Remember, to use a firearm in defense of yourself or in your home, make sure that you are facing “imminent peril of death or serious bodily harm.” There may be reasons that you subjectively believed those risks existed but you must make sure that it is also reasonable from an objective standpoint. This means that the jury doesn’t just consider what you thought was happening in that moment but what a reasonably prudent person would choose to do in the same circumstance. Those two standards do not always match and your reality may not be enough to successfully assert justifiable homicide as a defense.
What if I am unsure where and when I can discharge my firearm due to a perceived threat?
If you are unsure when and where you can discharge a firearm in your defense, you need to really think about whether you should carry one. While it might make sense to keep it safely secured in your home for defense, which has more well-established case law in the homeowner’s favor, the “gray area” is significant when it comes to situations outside your “castle.” If you plan to carry a firearm on your person, do a deep dive into your obligations as a gun owner. When it comes to firearms, there is a lot of discussion regarding rights and less information regarding obligations for safe use. Do not put yourself in a situation where you are the defendant because you mistakenly discharged your gun in response to a threat.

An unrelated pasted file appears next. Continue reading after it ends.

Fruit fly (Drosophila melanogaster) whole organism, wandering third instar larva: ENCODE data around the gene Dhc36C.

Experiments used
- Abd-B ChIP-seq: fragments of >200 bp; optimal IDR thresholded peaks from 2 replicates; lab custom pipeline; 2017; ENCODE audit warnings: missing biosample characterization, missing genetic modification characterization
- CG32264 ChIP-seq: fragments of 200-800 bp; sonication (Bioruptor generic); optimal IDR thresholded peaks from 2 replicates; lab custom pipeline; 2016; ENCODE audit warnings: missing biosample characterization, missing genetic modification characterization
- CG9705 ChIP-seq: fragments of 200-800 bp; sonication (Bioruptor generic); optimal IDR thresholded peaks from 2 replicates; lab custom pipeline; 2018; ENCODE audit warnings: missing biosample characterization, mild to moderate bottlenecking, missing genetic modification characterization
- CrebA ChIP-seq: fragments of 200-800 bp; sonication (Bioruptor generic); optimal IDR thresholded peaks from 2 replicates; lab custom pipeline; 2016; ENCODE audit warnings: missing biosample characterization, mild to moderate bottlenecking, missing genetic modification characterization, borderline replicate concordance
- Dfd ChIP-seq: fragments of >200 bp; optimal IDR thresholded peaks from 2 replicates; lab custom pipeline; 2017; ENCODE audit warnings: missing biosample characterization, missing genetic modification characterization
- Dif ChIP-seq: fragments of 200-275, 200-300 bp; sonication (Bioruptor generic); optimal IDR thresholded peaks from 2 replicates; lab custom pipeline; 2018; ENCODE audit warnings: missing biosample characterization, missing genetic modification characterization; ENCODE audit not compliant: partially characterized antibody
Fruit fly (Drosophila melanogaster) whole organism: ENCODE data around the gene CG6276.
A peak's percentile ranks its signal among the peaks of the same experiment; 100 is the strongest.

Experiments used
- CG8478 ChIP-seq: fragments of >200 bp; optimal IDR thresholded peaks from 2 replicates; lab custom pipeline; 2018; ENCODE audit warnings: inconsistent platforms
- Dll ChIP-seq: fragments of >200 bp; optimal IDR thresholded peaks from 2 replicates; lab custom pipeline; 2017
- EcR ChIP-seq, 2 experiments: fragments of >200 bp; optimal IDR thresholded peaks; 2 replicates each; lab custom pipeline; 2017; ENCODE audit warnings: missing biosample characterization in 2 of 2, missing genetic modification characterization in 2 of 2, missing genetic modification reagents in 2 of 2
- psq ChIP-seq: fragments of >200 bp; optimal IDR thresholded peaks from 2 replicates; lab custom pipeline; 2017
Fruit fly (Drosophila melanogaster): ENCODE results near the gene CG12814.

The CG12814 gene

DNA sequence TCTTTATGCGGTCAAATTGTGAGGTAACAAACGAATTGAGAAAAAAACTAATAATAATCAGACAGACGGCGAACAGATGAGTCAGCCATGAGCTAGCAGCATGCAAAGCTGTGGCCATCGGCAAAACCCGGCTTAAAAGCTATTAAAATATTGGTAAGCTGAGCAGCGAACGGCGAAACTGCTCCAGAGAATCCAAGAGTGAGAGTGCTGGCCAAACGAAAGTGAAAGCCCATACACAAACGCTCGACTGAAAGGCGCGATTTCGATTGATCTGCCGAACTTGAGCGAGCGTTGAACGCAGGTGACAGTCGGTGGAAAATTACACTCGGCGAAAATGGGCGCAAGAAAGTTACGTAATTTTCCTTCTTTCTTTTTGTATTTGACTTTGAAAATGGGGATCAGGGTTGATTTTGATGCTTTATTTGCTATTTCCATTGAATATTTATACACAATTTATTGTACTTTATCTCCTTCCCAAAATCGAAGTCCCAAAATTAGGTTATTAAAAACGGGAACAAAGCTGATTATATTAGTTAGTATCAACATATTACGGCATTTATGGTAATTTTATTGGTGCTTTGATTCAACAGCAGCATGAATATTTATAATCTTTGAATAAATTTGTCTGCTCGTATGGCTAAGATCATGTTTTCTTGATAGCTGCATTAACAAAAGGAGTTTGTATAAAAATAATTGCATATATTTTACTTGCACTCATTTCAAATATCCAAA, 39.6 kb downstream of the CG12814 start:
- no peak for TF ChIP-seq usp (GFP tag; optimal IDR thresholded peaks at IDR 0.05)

If the law is on my side, why should I be concerned about defending myself by use of force?